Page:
Vascular Plants of North Carolina
Account for Frosted Hawthorn - Crataegus pruinosa   (H.L. Wendland) K. Koch
Members of Rosaceae:
Members of Crataegus with account distribution info or public map:
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Section 6 » Order Rosales » Family Rosaceae
Author(H.L. Wendland) K. Koch
DistributionOccurs throughout the Mountains, but scattered over the Piedmont and northern Coastal Plain. Details of the range are not well known, especially east of the Mountains. Adding to uncertainty is that there are 3-4 varieties of this species in the state. The map below likely underestimates the range in the Piedmont.

A broad Eastern range, from southern Canada south into GA and northern LA.
AbundanceApparently common in the Mountains -- as Lance (2014) gives it as "common" in the state and there are numerous specimens in most mountain counties, but rare to uncommon in the Piedmont; very rare in the northwestern Coastal Plain. Probably most numerous in the northern mountains, as it is considered as common in the VA mountains and it has a Northern distribution. Because it is not in the NCNHP database, this website has given a state rank of S4?.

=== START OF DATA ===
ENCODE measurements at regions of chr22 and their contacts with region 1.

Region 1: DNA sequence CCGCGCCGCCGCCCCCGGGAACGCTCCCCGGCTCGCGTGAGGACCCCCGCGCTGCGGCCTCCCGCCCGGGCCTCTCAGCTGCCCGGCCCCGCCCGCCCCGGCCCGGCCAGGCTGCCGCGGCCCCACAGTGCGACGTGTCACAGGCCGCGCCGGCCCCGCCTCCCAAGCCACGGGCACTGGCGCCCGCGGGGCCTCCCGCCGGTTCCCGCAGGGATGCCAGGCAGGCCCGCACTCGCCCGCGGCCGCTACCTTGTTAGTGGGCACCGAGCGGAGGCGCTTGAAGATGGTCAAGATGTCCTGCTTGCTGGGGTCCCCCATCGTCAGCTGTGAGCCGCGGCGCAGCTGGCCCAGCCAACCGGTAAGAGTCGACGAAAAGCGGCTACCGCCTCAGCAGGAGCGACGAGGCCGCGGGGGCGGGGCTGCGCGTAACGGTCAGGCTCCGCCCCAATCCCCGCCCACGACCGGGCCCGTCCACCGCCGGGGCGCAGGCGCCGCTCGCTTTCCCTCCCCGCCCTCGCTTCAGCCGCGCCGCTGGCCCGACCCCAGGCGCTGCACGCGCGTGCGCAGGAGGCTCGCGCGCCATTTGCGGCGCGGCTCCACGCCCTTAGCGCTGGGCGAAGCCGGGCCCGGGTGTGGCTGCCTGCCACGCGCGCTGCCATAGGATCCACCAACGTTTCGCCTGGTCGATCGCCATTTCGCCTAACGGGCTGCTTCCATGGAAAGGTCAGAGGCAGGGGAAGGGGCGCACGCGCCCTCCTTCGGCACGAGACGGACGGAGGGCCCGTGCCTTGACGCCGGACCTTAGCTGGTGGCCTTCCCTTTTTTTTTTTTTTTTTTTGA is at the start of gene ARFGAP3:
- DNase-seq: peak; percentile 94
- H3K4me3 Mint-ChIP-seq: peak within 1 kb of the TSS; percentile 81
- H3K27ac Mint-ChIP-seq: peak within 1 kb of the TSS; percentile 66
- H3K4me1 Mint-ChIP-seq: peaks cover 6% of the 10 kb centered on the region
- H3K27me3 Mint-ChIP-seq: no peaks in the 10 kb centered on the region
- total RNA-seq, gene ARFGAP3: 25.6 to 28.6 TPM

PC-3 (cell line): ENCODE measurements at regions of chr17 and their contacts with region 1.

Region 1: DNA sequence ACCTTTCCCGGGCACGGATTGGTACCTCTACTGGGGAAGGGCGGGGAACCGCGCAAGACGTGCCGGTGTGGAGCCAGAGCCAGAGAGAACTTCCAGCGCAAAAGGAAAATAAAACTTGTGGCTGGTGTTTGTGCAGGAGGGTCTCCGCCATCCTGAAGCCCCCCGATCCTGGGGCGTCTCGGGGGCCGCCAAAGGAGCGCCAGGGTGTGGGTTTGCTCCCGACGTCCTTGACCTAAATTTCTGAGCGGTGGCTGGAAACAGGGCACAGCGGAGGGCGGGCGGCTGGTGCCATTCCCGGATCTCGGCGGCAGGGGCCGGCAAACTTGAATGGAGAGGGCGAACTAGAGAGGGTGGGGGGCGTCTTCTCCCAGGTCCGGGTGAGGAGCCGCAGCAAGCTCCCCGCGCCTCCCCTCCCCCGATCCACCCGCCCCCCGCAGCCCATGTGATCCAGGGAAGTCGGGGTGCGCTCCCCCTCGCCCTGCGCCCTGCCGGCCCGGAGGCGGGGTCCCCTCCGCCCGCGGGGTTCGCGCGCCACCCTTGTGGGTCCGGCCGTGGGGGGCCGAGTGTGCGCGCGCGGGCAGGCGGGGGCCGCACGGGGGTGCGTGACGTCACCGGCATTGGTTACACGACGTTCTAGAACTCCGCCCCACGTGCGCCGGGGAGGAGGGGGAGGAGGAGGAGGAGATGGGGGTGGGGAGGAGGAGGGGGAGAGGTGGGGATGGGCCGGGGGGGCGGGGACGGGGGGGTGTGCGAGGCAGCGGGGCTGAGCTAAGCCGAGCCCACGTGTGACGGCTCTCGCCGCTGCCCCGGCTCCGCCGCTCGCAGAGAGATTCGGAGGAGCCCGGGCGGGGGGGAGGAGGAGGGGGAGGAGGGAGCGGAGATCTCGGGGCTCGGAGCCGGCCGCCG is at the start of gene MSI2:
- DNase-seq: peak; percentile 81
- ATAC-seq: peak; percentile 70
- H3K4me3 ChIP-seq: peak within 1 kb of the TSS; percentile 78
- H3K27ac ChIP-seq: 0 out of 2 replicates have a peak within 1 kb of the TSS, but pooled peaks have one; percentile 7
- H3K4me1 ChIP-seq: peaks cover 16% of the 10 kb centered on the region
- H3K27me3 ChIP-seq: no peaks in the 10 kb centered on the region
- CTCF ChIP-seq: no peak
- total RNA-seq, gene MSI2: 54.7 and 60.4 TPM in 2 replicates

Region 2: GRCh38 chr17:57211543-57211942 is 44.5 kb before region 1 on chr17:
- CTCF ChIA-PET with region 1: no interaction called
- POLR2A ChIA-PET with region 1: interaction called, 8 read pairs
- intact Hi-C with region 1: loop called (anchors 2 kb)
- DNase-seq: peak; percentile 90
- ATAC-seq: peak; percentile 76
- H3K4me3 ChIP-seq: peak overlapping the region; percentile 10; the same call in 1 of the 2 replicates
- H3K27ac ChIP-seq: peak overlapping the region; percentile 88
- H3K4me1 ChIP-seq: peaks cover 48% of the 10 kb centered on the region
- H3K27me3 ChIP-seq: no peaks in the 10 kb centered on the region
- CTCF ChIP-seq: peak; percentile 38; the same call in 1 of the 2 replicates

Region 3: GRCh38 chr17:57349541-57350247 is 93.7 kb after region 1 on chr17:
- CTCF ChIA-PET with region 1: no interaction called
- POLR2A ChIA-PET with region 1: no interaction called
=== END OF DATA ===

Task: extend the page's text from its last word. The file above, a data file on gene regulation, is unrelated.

HabitatThis is a species of dry, often rocky sites, such as mountains balds and rock outcrop margins, upland forests, and upland thickets.
See also Habitat Account for General Rosaceous Thickets
PhenologyBlooms in April and May, and fruits in September and October.

IdentificationThis is a large shrub or small tree, to 15-20 feet tall. As what is considered as C. pruinosa consists of 3-4 varieties in the state, generalized characters can be hard to describe. The leaves are fairly typical ovate to deltoid (triangular) in shape, with strong serrations and sometimes a few short lobes. As a general rule, the leaves and inflorescences of this species are glabrous. Also, despite the “pruinose” part of the name, the fruit are no more glaucous/pruinose than on several other species, though most individuals at least have quite a strong whitish bloom on the fruit. Plants usually produce abundant fruit in the fall. It can often form thickets in sunny or disturbed sites. Though this is hardly a scarce species in the mountains, and should be seen from time to time there, most people will need to collect a twig to key out to be sure of the identification. Father downstate, the species is likely seen quite infrequently and would easily be overlooked.
Taxonomic CommentsLance (2014) indicates that four varieties occur in the state – var. pruinosa, var. gattingeri, var. dissona, and var. rugosa. Weakley (2018) considers var. gattingeri to be a full species – C. gattingeri [Gattinger’s Hawthorn], but he does consider the other three as variants in the state, with the nominate var. pruinosa as the most numerous one. RAB (1968) mentions C. pruinosa and C. rugosa [as species] but as being subsumed in the very large catch-all C. flabellata.

Other Common Name(s)Waxy-fruited Hawthorn, Waxyfruit Hawthorn
State Rank[S4?] *
Global RankG5
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